New research provides better understanding of the birds and the bees

Dec 18, 2007
New research provides better understanding of the birds and the bees
A 96-million-year-old anglosperm pollen cluster

Researchers from Indiana University Southeast and the University of Florida have discovered important information about the origin of flowering plants and how they reproduce.

The findings of Shusheng Hu, an IU Southeast research associate; David Winship Taylor, IU Southeast biology professor; and David L. Dilcher and David M. Jarzen, both from the Florida Museum of Natural History at the University of Florida, are featured in the prestigious scientific journal Proceedings of the National Academy of Sciences.

Their research uncovered that when it comes to birds, bees, flowers and trees, looks do matter. Flowers are pretty so they will attract animals, such as birds and bees, for pollination. Pines and other seed plants are normally pollinated by the wind.

Furthermore, this form of plant sex has been happening for ages. Fossilized flowers have shown that animals have been helping plants reproduce since ancient times. The new data on plant reproduction suggests that 76 percent of the first flowering plant species were insect-pollinated while 24 percent were pollinated by the wind.

The botanists studied the specialization of fossil pollen from Minnesota and discovered that many species of pollen are found clumped. Clumped pollen is only found in animal-pollinated flowers.

The research also suggested that pollen may have been the source of prehistoric allergies.

At 96 million years ago, about a quarter of flowers were wind-pollinated. Wind-pollinated plants are the main source of allergies in people, which leads to the thought that perhaps those plants caused allergic reactions in dinosaurs and other animals.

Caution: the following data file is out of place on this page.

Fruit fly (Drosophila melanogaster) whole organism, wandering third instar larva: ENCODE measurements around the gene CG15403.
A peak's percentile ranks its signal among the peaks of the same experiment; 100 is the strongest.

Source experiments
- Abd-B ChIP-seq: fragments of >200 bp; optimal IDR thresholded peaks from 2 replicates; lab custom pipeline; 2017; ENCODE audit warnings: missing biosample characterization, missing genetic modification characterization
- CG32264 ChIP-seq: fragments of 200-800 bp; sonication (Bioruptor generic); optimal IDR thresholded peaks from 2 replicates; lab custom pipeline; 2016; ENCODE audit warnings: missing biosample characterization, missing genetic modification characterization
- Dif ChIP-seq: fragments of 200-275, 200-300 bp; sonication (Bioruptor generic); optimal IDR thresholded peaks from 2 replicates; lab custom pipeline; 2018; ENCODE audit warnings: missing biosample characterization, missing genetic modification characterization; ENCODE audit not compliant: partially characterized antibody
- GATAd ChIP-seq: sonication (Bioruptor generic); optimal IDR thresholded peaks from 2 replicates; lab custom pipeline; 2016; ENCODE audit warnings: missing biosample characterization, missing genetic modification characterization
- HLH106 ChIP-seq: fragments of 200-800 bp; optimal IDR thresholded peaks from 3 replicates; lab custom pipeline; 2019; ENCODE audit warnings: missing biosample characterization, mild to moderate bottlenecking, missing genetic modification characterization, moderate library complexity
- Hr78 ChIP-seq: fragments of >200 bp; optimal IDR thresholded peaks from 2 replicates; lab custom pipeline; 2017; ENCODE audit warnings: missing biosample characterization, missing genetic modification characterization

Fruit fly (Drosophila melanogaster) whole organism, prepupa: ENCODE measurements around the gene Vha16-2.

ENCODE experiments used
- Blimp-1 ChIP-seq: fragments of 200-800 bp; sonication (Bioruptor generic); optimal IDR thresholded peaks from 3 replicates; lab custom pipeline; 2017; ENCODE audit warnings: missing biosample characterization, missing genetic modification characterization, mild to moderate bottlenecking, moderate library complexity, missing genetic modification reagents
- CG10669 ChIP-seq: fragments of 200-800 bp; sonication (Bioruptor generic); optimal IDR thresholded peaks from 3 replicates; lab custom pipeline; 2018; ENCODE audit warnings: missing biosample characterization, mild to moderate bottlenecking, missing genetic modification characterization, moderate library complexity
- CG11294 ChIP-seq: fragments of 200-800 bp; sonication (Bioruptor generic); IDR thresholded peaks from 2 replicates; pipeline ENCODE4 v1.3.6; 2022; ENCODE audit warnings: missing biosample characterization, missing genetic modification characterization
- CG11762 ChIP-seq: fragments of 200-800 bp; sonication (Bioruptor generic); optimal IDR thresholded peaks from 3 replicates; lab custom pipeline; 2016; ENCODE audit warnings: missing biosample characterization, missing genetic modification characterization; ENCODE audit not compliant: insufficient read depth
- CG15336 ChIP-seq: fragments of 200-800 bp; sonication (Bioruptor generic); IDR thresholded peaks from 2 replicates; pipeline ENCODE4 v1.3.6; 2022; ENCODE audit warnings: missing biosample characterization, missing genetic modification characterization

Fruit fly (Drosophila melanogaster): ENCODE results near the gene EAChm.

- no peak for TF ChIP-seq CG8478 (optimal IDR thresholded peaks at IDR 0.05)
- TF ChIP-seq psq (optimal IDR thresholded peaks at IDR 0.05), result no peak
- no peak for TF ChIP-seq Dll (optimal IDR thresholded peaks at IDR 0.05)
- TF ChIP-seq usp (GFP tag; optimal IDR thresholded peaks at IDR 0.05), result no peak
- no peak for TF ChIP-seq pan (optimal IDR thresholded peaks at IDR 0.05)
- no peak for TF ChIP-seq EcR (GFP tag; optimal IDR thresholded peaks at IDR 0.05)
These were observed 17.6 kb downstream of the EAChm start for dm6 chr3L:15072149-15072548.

Recent molecular work determined an evolutionary tree of living flowering plants and identified the first evolvers. Based on the researchers' analyses, these flowers probably used insect pollinators.

Source: Indiana University

Explore further: Silicon: An important element in rice production

Related Stories

Popular pesticide hurts wild bees in major field study

19 hours ago

A common type of pesticide is dramatically harming wild bees, according to a new in-the-field study that outside experts say may help shift the way the U.S. government looks at a controversial class of chemicals.

Recommended for you

Silicon: An important element in rice production

1 hour ago

Silicon (Si) is the second most abundant element of the earth's crust after oxygen. It has long been neglected by ecologists, as it is not considered an essential nutrient for plants. However, research of ...

New blueberry species found in the Colombian forests

2 hours ago

The description of five new species of blueberry relatives from Colombia highlights the country's great diversity of the plant family Ericaceae and the importance of field exploration. These new mortiños, as loc ...

A CRISPR antiviral tool

2 hours ago

Emory scientists have adapted an antiviral enzyme from bacteria called Cas9 into an instrument for inhibiting hepatitis C virus in human cells.

Researchers find proteins responsible for orchid shape

3 hours ago

(Phys.org)—A team of researchers with National Chung Hsing University in China has found the proteins responsible for determining the shape of orchid lips. In their paper published in the journal Nature Pl ...

User comments : 0

Please sign in to add a comment. Registration is free, and takes less than a minute. Read more

Click here to reset your password.
Sign in to get notified via email when new comments are made.